Money, it’s why we go to work. It’s a thing we all hope to possess in abundance. It’s the cause of wars and the solution to them. Created to eliminate the problems generated by the barter system that humanity previously used, it seemed like the perfect solution. But is this solution now causing more problems in human society than it fixed? And, if so, what is the solution and would man be willing as a whole to enact these solutions?

Why Was Money Created?

It is best for us to start by identifying the problem that money was invented as a solution too first. You see, tens of thousands of years ago when humans stopped roaming as hunter/gatherers and setting up permanent dwellings, the way people got things they did not have was through trade. So, people started specializing in doing certain things. You had fishers, hunters, farmers, masons, builders, herders, loggers, and much more. Now, let’s say you were a fisher and had a bunch of fish that you wanted to trade for, say, firewood. Normally, this wouldn’t be a problem except that the guy with the firewood just traded to another fisher and didn’t need anymore fish. Unless there was another logger close you you that needed fish, you were out of luck unless you traveled to another village (possibly hundreds of miles away) hoping that they had a logger and that the logger needed fish. The problem with this setup is quite easy to see and humans, being the smart little critters that we are decided we needed a solution.

The principle of value had already been established. A herder wasn’t going to trade a cow that could give milk every day for a bundle of wood that would only burn for a couple of nights. And so humans simply started assigning value to completely invaluable items. Pebbles, shells, and the like eventually evolved into copper, silver, gold, etc. It seemed like the perfect fit. These worthless items that humans had given a value could be used to buy almost anything.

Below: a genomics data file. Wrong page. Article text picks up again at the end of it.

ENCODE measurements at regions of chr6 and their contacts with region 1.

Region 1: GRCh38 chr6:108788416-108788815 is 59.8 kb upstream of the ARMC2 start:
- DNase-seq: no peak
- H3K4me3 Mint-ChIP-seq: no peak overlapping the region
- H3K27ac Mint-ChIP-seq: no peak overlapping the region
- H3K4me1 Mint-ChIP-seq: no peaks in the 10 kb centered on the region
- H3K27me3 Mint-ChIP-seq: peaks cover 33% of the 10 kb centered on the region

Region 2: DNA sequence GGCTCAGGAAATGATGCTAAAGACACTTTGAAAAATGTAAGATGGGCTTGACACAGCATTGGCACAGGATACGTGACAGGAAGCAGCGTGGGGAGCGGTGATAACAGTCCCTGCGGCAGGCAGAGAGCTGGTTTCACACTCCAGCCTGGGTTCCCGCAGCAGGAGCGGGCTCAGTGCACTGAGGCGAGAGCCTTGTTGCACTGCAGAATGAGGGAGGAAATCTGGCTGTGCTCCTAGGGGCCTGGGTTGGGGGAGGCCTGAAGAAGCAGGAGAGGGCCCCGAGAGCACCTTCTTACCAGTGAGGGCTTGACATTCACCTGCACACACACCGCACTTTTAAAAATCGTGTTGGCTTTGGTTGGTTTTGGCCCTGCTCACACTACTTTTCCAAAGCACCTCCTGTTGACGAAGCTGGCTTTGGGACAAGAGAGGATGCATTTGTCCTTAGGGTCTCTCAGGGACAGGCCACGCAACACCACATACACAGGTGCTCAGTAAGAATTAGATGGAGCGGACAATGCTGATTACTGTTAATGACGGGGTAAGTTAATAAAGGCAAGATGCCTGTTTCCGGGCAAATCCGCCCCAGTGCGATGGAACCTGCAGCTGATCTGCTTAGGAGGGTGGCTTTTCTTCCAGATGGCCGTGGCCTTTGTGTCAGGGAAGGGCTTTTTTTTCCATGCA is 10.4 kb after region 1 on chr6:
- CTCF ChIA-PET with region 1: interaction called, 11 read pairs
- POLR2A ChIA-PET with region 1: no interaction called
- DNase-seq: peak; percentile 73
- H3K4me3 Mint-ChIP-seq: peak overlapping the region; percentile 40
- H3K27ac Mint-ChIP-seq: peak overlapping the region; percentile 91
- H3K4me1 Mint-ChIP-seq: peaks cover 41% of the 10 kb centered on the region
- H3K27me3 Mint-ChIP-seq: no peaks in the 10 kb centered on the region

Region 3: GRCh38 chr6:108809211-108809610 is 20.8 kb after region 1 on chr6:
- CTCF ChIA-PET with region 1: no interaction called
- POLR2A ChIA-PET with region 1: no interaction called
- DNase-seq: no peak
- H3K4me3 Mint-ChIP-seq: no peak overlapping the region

And That’s When The Problems Began

It didn’t take humans long to realize that the more money you had, the better off you were. With enough money you could get, do, or be almost anything you wanted. So people started storing it, amassing huge quantities of it so they could do just that. But then, some of the people that had gathered huge sums of money realized how easy it was, that anybody could do it, and this did not sit well with them. If they had gathered enough money to become kings and queens, how could they get the respect befitting a king or queen if anyone could do it. So money became regulated, and remains so til this day, in such a manner that it is very difficult for the “average person” to get ahead.

Don’t believe us? Take a large corporation, say McDonald’s, and look at their annual income ($27.57 billion for McDonald’s in 2012). Yet, the average salary for a McDonald’s employee is below $30,000. Yet, the average McDonald’s CEO brings home $8.75 million per year. Could McDonald’s afford to pay a premium wage? Of course, but they prey upon the less fortunate to do their dirty work for them. But it’s not only McDonald’s. There are tones of huge corporations that display huge pay gaps between the working man and the suits in the office.

Obviously, this willingness of corporations and even individuals to take advantage of others creates poverty throughout the world. But poverty leads to a whole Pandora’s Box of problems. In part two of this post, coming tomorrow, we will examine them. Until then, weigh in. Could and should large corporations pay their employees more?